As I’ve mentioned before, all the information below comes not from Roderick’s book, but from Diana L. Paxson’s Taking Up the Runes.
Supporting Meanings: Danger, bridge, stillness in motion
Ancient Meanings: According to Diana Paxson, the Anglo-Saxon rune poem presents isa or ice as the picture “of an element whose very beauty makes it more perilous, with the hard clarity of crystal. It’s qualities are all in the extreme–overcold, immeasureably slippery. Ice is dangerous, but ‘fair to be seen.'” In the Norse and Icelandic poems, the images are harsher. The Norwegian poem picks up the image of a slippery floor, but makes it a bridge–very trecherous when iced–or worse an ice bridge over a crevasse in a glacier. And not only must you be careful of yourself–you must lead the ‘helpless blind.’ The icelandic poem paints a still harsher picture. There, ice encases natural features–specifically water that should be flowing. It covers rivers as bark covers a tree trunk; the ice flose roof the tossing waves. Hávamál images reflect the Old Norse attitude to ice. In verse 90, women’s love is compared to riding on ice with a young horse that has not been shod with winter shoes. The surface is motionless, but those who are above can slide to destruction if they are not careful. Ice is also included in the list of things that must not be trusted until they have been done with. However, it is to be noted that even the most slippery ice may be successfully crossed, and–in days gone by–ice actually improved transportation since boats need not be relied upon to cross rivers, wide lakes, and various inlets.
Modern Meanings: Edred Thorsson extrapolate’s ice’s physical characteristics to create a metaphysical situation in which isa is the primal ice that was melted to reveal the world. Therefore, isa is antimatter, gravity, inertia, entropy–the inertia and stillness that attracts the active force of melting fire. Isa is also the center of the hailstone: it holds together ego awareness and provides a psychic bonding that can help an individual survive stress. Kveldulf Gundarsson backs Thorsson up. Gundarsson calls isa the elemental rune if Niflheim and gives it the qualities of solidity, contraction, stillness, calmness, and unchangeability. He suggests that the broad bridge is the bridge to the Underworld and is extremely low and easy to attain. But he cautions against thinking that the ice shield is sufficient against all danger: if it breaks, you will drop into the lethal waters below. Freya Aswynn believes that ice acted as an evolutionary ‘hardening measure’ for the Northern peoples. This may be pushing matters, but it should be noted that environmental extremes have similar effects on society–it limits the size of social groups, but strengthens ties within them. It should be noted that the Eskimos, who have lived more intimately with ice than any other human group, have a peaceful and cooperative culture. Osborn and Longland interpret the Anglo-Saxon poem to mean that isa represents that which is static: beautiful, but useless; the wealth that is not shared. Paxon comments that Primal Ice can be good or evil depending on whether or not it is part of a balanced process, for action and inertia must exist in balanced tension for inner and outer health. She also notes that isa can represent the inner stillness that is one goal of mediation and that one interacts with isa on two levels: the outer treacherous surface that acts as a shield or barrier, and the inner view of ultimate integrity and the core of stillness.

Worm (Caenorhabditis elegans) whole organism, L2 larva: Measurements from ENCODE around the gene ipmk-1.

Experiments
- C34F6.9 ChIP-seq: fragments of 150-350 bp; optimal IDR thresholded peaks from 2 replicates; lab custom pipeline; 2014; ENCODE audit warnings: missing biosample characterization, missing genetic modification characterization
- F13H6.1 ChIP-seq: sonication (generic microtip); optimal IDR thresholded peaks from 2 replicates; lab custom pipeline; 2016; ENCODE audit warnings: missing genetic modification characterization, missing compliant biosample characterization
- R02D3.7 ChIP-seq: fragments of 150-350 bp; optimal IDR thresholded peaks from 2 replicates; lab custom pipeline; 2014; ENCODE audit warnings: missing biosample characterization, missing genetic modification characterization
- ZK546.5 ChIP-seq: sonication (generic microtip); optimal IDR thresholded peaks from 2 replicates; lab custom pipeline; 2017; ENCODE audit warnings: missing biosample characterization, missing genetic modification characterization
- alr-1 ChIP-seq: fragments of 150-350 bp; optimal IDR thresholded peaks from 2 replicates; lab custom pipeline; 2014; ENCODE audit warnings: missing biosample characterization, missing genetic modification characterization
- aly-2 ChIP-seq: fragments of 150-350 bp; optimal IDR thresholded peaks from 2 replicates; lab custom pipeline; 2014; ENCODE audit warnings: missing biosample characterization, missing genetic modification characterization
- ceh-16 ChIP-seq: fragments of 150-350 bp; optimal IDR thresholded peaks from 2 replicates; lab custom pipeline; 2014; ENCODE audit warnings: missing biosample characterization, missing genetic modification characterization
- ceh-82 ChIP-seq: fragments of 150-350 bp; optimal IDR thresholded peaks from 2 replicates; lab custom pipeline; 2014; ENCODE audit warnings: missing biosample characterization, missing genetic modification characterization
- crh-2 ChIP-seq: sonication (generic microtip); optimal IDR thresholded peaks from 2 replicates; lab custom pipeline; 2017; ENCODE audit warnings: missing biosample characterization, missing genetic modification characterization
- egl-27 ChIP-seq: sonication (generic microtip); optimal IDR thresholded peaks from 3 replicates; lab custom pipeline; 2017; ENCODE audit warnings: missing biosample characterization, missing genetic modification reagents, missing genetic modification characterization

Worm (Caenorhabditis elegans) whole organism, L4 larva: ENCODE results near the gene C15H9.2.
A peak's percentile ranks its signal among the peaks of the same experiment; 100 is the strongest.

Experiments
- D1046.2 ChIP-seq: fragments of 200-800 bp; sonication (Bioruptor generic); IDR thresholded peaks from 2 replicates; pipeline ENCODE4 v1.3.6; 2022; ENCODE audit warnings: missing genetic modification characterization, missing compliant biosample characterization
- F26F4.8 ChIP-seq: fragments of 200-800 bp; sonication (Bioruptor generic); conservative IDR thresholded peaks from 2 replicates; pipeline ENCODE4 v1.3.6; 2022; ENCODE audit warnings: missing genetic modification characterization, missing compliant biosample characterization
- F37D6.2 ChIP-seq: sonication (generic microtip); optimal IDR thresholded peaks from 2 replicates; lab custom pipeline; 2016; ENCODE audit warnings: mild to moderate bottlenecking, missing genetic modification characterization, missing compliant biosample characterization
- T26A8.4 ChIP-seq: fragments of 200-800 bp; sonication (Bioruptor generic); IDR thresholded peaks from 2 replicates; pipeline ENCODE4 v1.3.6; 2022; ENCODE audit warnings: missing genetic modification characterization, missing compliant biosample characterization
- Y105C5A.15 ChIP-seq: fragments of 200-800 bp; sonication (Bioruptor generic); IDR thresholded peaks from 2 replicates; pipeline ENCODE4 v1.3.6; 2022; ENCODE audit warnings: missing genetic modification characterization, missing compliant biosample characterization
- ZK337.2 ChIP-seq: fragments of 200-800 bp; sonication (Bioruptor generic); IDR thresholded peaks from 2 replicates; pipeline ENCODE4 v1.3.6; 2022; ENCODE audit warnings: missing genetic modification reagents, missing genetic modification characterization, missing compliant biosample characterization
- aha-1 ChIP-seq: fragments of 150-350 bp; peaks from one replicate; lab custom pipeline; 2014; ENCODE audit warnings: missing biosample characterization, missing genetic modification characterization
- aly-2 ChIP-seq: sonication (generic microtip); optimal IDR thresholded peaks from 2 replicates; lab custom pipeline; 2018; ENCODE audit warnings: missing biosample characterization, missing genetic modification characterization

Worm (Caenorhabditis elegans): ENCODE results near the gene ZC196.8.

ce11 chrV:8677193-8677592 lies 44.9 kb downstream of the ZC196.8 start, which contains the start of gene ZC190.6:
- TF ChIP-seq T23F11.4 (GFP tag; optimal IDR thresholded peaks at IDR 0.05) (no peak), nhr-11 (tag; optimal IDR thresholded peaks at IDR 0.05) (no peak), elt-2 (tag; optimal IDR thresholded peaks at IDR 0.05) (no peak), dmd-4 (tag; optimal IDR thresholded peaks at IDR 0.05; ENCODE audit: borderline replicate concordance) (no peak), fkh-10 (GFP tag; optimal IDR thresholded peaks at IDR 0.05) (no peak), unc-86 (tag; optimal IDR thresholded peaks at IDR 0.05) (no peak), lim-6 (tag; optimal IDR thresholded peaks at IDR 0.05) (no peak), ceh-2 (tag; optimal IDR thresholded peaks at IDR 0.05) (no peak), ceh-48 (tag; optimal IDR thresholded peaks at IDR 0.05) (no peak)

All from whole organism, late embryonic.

My Take-Away of the Meanings: Isa can provide connections, but it does so by first imposing a trial. If one develops the flexibility to walk upon the ice, you can be a part of it and be one with its inner stillness–but a stillness in motion.
Paxson’s Interpretation and Use: In a reading, isa indicates the progress of the matter under consideration will be ‘frozen’ for the present but may ‘defrost’ later. It may also mean that something is frozen beyond thawing. Aswynn points out that on its own, isa is inert and simply preserves. It is the “I”, the ego, the core of personality and the will, so she suggests using it in focusing, concentrating the will, and protecting one’s center. As such, it is useful in magical shielding and protection and can help cool a tense situation down. It can balance thurisaz, but requires the balancing energy of kaunaz or sowilo to change. In divination, it can indicate a frustrating situation with no change in sight. Gundarsson notes that it can magically be used to bind active forces, either of growth or disintegration. It can calm confusion or hysteria and numb pain, but in excess can cause barrenness, paralyzing fear, dullness or obsession. It can be the clarity of a cold anger–which is more dangerous than fiery rage–but it is brittle, and one should be aware of the energy that will be released when the ice breaks. It can also be used to invoke physical cold.
Paxson’s Practice for Living Isa: Isa is the ice rune, carrying all the connotations that implies. To understand it, one must explore the implications for good or for ill of stillness, inertia, and rest. It is also, by extension, a rune of winter. To understand it, one may meditation upon the function of winter in temperate climates, killing some, but also protecting and allowing the hidden seeds time to germinate and the soil time to rest.